Mayor Lori Lightfoot says it is “crystal clear” that the Chicago Teachers Union will go on strike Thursday and that there will be no class for Chicago Public Schools students.
“They have been very clear that they are going to recommend to their House of Delegates that the strike that was planned for tomorrow proceed,” Mayor Lightfoot said at a news conference Wednesday morning.
Lightfoot said they are continuing to negotiate with the Chicago Teachers Union.
“We are proud of the progress we have made at the negotiating table and we will continue to negotiate every day, including today, until we have a contract,” Lightfoot said. “Our commitment is to do everything we can to keep this work stoppage as short as possible and ensure our students are back in school as soon as possible.”
CPS CEO Janice Jackson said all classes and afterschool activities will be canceled for Thursday assuming that CTU’s House of Delegates will vote to move forward to go on strike.
“We are going to ensure that all of our school buildings are open so that families have a safe place for students to spend the day and also ensure that they have access to meals throughout the day,” Jackson said.
Regular transportation will not be provided for students, Jackson said. Students will be able to attend any school that serves their grade level and are encouraged to attend their regular school.
The union’s bargaining team emerged from talks Wednesday saying it will recommend to the union’s voting delegates a strike Thursday by 24,000 teachers barring a breakthrough in talks.
“The only way that we have to make important long term changes in the schools is to do a short-term strike that is going to cause some difficulty and pain. And I don’t want to sugar coat that to parents,” said Chicago Teachers Union President Jesse Sharkey.
“We are proud of the progress we have made at the negotiating table and we will continue to negotiate every day, including today, until we have a contract. Our commitment is to do everything we can to keep this work stoppage as short as possible and ensure our students are back in school as soon as possible.”
He said that while it is clear the union has been heard by the city in a number of areas, they have not seen the substantive changes to the contract they need to postpone a strike.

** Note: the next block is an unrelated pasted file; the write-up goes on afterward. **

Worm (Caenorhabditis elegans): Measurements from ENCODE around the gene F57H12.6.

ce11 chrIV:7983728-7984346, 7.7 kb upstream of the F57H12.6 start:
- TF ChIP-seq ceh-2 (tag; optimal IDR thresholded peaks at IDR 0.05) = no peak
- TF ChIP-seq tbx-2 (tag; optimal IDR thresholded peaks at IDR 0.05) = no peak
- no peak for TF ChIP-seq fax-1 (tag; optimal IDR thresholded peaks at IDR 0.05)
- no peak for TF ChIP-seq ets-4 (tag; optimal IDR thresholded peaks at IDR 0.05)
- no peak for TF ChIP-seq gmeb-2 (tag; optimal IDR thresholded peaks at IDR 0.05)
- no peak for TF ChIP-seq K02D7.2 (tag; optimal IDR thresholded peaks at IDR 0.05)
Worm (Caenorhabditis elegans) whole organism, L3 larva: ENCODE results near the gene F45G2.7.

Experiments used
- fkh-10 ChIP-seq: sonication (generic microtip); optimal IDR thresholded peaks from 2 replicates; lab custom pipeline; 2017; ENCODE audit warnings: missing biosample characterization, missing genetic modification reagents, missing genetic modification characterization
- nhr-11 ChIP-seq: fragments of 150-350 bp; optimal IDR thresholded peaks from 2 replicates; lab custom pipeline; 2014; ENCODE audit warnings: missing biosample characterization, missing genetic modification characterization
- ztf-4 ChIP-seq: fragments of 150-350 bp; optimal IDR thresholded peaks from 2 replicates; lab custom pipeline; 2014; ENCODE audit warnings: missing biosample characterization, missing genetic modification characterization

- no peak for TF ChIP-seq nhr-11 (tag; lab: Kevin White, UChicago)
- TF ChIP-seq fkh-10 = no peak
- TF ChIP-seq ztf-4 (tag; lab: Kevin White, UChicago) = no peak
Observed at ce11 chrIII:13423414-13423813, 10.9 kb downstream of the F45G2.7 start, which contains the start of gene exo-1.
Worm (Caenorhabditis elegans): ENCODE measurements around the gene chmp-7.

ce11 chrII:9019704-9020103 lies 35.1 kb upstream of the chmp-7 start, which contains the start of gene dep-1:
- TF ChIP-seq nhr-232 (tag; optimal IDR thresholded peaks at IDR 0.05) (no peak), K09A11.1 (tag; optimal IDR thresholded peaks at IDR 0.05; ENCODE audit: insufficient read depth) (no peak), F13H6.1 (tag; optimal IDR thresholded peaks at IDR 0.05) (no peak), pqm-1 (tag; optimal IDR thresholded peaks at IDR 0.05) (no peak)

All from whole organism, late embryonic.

The union says there’s been some progress, although not enough, on issues of class size and staffing. Mayor Lightfoot acknowledges the two sides aren’t close.
“I have offered to go to the bargaining table multiple times, and I would be there, as would Dr. Jackson, if we thought that we were close and we needed some extra push. We’re not there yet,” Lightfoot said
CPS warned parents by voicemail that classes will be canceled if the union goes on strike Thursday.
“We will, however, keep our buildings open so that students have a safe place to stay during the day, and we will provide meals throughout the day, serving breakfast, lunch, and supper for all our students,” said CPS CEO Dr. Janice Jackson.
A meeting of CTU’s House of Delegates is scheduled to meet at 4:45 p.m. and a strike could be authorized at that gathering. The sticking points for teachers remain limits on class sizes and support staffing, specifically more nurses, librarians and social workers. The union wants their demands to be addressed in writing.
The strike threat is also a big concern for student-athletes because it would force practices and games to be canceled. Several CPS schools moved up their football games before the possible walkout.
SEIU Local 73… which represents CPS support staff and Chicago Park District employees, is pushing for better wages and health benefits. Park District workers said they would walk out Thursday if they didn’t come to an agreement overnight.
School support staff will decide on a strike Wednesday when they return to the bargaining table.
This article originally appeared on ABC7 News.